Just Peachy: Comics about Depression, Anxiety, Love, and finding the humor in Being Sad by Holly Chisholm

I have not officially been diagnosed with depression or anxiety, but I know all too well what is involved with getting stuck in its void. The restless nights thinking about how I screwed things up or will inevitably screw things up. An emptiness or numbness that leaves me wondering how normal people function daily. Cancelling plans and drifting farther away from friends. I could be having the time of my life then, all of a sudden, an existential dread kicks in. It can seem like an endless loop. Conversations about these topics are difficult to have with people. You don’t want to be a burden to anyone, as being yourself is enough of a burden. Just Peachy by Holly Chisholm takes a look at living with depression and anxiety, and overcoming it — mostly by being creative and laughing in its face.

The introduction tells a brief story about the author and how she was diagnosed with depression. What followed was prescription medication with symptoms and side effects that were detrimental rather than helpful. Things got better after she started going back to the gym, quit smoking, and reduced alcohol consumption. There was still a partial emptiness. Her therapist suggested keeping a journal. She decided to draw out her experiences instead. It became easier to work through her problems. Just Peachy started on Instagram, but now has its own website, merchandise, and, of course, this book. There are similar series such as Allie Brosh’s Hyperbole and a Half, and Sarah Andersen’s Sarah’s Scribbles, both of which I recommend. These authors looked at their own inner demons, then transformed them into something positive. Each contain well-crafted humor that is relatable, even to those who have not been diagnosed with depression or anxiety.

The chapter “Love and Relationships” goes over the ways to maintain healthy relationships with the people in our lives. Love and relationships are important. Who we surround ourselves with can influence us in either direction. Our day-to-day interactions can have a lasting effect. Being kind to someone can make their day. There are many ways to say “I love you”. Text a friend you have not spoken to in a while. Write a letter to someone you appreciate and tell them why. But do not be afraid to cut negative people from your life. They are not worth the time or effort. Be yourself, not who others want you to be. Even when it seems hard, love yourself.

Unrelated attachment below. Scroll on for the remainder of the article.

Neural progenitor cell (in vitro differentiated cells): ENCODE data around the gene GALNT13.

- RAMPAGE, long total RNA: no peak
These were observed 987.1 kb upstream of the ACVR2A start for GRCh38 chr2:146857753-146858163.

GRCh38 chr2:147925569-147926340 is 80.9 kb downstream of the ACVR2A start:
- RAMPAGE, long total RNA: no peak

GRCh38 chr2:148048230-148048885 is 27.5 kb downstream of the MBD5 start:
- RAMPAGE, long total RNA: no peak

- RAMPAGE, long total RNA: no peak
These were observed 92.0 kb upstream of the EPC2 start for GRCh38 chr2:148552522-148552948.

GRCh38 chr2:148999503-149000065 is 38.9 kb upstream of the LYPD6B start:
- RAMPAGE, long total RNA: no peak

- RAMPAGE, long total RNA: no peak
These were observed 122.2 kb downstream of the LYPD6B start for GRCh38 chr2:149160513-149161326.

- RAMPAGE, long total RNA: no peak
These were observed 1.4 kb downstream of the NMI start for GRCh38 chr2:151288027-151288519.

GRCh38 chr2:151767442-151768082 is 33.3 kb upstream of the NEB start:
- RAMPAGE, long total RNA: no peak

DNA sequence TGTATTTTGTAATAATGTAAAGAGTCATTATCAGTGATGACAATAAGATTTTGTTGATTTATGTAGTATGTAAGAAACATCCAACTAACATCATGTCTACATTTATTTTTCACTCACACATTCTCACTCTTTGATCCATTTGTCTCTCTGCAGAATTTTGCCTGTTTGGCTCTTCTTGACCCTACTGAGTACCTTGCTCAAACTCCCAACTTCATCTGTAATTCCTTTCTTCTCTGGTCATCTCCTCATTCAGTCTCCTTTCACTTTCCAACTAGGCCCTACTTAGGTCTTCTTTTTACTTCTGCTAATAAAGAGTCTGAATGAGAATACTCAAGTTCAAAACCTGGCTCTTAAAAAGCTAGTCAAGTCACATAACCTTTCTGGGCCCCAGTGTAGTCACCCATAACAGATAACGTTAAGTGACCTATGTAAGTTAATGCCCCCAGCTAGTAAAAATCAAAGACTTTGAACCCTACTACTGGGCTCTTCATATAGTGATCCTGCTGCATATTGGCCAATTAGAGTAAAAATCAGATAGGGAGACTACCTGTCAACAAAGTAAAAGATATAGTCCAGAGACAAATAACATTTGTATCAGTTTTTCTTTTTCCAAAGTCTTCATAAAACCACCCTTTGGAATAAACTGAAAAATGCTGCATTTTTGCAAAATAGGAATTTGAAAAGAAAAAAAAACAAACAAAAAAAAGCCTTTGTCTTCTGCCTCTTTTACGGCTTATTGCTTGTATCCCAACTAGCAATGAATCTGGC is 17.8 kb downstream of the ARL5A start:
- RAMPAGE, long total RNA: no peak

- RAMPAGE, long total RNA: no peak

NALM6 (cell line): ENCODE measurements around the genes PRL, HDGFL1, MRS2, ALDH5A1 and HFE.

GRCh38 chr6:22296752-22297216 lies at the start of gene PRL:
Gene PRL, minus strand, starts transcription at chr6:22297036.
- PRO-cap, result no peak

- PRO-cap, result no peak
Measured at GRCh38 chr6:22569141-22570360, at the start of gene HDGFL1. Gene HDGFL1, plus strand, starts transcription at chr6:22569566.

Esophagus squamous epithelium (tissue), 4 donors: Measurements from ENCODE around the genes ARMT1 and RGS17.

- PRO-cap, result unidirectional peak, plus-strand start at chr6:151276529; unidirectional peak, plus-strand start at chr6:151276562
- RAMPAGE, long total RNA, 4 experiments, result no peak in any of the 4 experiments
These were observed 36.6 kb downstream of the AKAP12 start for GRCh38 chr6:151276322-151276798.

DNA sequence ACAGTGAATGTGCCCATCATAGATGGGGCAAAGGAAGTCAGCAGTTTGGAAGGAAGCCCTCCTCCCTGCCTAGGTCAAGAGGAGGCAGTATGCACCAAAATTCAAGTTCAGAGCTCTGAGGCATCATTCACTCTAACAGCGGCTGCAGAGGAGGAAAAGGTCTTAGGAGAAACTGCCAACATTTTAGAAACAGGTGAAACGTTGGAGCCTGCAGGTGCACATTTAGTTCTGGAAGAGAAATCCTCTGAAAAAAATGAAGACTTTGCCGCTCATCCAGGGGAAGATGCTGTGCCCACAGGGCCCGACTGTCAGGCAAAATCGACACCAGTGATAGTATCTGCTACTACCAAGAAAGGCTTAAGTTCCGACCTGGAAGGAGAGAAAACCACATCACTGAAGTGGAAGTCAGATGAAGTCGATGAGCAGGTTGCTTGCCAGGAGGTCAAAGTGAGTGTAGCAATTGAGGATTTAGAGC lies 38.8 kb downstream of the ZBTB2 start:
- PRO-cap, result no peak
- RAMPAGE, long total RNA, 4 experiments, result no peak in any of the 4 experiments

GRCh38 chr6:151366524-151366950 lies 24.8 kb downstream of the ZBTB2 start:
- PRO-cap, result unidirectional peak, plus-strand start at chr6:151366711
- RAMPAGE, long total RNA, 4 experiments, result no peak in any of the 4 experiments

“Growth” is the last chapter and probably my favorite. Without getting too cheesy with its message, this chapter gives a great pep-talk on how to overcome obstacles one might face. It is possible, but it takes a lot of courage and requires stepping out of your comfort zone. A quote that stood out to me was: “I’m scared of routine. I don’t want to be boring. But then I see a sunset, which comes every day but somehow always seems new and full of hope”. Find the things that make you happy and stick with them.

Just Peachy is a quick read, and the comics are beautifully drawn. There is nothing too profound within, but it is a nice shot of hope. Having some of the comic strips nearby can provide a boost when things start to go downhill. Books like Just Peachy make you realize you are not so alone after all. We are all in this together. Although it is a Teen Graphic Novel, the feelings, or lack thereof, expressed within its pages are familiar to adults and teens alike. Anyone can have depression or anxiety. It does not matter your race, age, sex, or social status. At the end of the book, there are resources including the suicide hotline, crisis text line, online therapy/ coaching, and books and podcasts that might lift your spirits. If you need help, reach out. The National Suicide Prevention Hotline is 1-800-273-8255. There are people who do care.

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